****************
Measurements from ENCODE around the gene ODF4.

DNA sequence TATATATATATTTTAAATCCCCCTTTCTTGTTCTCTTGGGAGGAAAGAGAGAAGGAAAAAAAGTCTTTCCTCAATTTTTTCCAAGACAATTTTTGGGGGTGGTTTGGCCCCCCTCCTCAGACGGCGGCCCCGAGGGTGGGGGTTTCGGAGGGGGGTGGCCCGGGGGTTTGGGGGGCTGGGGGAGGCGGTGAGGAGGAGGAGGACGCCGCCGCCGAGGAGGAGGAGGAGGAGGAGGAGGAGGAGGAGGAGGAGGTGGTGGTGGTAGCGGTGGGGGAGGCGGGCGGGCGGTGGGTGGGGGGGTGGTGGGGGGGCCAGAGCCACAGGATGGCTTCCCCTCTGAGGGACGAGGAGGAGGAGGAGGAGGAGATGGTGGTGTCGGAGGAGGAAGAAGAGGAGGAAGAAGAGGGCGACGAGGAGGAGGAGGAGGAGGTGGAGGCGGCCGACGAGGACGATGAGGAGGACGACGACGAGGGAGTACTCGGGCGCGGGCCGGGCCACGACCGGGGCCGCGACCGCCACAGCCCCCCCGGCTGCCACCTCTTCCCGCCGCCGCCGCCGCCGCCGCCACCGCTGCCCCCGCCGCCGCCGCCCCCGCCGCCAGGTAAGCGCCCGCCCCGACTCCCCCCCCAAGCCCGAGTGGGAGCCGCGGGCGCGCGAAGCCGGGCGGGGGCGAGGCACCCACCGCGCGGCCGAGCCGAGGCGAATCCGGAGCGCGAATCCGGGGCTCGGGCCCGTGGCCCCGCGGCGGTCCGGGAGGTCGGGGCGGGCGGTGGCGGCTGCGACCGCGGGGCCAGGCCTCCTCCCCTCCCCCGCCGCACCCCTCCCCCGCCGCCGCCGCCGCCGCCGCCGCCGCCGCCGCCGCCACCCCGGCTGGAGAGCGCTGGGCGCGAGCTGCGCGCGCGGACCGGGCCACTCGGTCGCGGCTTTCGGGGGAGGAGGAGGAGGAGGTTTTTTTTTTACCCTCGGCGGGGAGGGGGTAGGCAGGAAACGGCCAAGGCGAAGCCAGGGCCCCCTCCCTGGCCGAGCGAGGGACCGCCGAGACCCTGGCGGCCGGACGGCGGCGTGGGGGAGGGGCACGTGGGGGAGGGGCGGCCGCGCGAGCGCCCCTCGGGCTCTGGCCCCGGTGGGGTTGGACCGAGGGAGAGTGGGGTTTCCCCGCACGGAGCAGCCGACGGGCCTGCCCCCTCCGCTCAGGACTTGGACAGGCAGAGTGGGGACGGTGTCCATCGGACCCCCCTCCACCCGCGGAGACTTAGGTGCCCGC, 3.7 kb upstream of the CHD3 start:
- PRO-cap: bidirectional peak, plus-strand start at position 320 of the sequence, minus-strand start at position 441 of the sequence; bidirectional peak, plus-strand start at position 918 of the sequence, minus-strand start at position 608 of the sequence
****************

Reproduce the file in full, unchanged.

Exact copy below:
Measurements from ENCODE around the gene ODF4.

DNA sequence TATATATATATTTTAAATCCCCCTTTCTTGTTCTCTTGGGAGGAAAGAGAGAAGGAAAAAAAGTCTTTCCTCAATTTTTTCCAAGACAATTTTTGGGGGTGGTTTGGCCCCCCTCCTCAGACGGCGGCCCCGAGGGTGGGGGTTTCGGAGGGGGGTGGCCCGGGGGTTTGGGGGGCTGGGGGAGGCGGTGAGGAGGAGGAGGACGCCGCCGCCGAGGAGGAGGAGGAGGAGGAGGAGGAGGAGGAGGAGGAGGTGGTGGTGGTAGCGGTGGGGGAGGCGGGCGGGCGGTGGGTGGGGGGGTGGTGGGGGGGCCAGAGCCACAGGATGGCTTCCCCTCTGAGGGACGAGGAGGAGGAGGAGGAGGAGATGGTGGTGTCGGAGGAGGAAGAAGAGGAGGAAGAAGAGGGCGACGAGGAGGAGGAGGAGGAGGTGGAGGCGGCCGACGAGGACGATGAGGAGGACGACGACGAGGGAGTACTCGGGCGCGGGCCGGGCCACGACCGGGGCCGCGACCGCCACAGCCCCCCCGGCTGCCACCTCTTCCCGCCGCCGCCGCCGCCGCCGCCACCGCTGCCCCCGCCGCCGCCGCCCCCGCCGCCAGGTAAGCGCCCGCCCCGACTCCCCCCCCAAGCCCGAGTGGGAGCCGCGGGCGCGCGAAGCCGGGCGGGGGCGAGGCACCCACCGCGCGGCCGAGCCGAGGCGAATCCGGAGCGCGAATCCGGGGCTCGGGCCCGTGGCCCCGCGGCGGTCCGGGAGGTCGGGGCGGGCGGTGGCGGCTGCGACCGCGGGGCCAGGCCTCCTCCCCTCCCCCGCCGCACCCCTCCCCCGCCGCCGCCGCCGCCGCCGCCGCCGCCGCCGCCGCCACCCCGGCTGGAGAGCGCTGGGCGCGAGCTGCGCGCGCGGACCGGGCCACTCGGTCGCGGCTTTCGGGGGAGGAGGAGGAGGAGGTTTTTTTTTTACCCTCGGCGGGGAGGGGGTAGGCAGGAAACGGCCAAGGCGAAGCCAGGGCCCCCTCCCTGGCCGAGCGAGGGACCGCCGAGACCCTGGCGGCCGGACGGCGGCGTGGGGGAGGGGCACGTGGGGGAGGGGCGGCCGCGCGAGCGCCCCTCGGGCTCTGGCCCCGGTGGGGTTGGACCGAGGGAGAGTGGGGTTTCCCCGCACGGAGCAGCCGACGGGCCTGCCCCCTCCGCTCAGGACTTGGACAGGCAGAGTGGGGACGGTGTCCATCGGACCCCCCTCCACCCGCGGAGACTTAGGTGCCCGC, 3.7 kb upstream of the CHD3 start:
- PRO-cap: bidirectional peak, plus-strand start at position 320 of the sequence, minus-strand start at position 441 of the sequence; bidirectional peak, plus-strand start at position 918 of the sequence, minus-strand start at position 608 of the sequence